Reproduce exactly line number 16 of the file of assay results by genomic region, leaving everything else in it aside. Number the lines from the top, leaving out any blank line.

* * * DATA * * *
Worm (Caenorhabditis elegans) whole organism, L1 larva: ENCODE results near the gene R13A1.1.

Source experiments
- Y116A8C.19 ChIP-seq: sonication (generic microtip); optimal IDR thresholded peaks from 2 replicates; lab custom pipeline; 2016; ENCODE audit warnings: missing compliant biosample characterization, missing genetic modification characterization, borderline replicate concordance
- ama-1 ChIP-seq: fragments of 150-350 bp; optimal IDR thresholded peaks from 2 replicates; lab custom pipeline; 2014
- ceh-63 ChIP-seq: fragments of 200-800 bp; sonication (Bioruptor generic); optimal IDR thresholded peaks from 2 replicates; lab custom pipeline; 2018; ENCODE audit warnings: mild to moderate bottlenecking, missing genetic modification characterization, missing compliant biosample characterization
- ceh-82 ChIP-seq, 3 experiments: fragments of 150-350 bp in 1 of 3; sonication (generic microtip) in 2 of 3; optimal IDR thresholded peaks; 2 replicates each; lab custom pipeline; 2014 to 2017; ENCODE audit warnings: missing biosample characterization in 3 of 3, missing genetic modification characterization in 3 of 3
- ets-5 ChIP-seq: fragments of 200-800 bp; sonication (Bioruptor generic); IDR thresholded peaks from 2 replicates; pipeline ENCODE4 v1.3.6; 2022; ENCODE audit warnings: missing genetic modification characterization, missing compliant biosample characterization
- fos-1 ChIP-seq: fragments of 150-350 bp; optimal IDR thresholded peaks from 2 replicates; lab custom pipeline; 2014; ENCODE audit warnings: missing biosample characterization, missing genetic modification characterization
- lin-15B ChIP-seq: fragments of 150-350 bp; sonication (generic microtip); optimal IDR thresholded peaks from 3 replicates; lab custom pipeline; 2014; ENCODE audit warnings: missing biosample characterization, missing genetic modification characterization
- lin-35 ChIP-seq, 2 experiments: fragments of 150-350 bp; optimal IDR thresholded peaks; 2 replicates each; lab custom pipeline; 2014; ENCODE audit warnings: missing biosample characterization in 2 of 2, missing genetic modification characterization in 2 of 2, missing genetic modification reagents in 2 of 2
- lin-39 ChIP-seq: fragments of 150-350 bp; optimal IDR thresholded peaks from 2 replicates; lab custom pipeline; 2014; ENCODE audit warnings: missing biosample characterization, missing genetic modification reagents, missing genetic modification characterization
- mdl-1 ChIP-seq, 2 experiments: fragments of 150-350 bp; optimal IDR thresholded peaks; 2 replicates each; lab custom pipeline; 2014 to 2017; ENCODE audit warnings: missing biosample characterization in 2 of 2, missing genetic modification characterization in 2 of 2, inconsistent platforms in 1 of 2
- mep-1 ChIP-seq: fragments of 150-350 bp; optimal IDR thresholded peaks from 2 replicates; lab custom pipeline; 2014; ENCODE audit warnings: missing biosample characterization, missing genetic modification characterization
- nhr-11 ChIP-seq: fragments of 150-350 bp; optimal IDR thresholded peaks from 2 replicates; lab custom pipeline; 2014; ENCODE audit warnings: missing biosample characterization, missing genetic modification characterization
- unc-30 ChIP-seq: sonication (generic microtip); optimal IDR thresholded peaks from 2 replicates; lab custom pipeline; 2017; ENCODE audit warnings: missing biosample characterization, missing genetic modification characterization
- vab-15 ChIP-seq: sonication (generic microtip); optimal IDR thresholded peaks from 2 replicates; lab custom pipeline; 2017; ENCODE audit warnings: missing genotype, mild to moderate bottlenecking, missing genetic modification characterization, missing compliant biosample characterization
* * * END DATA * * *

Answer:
- vab-15 ChIP-seq: sonication (generic microtip); optimal IDR thresholded peaks from 2 replicates; lab custom pipeline; 2017; ENCODE audit warnings: missing genotype, mild to moderate bottlenecking, missing genetic modification characterization, missing compliant biosample characterization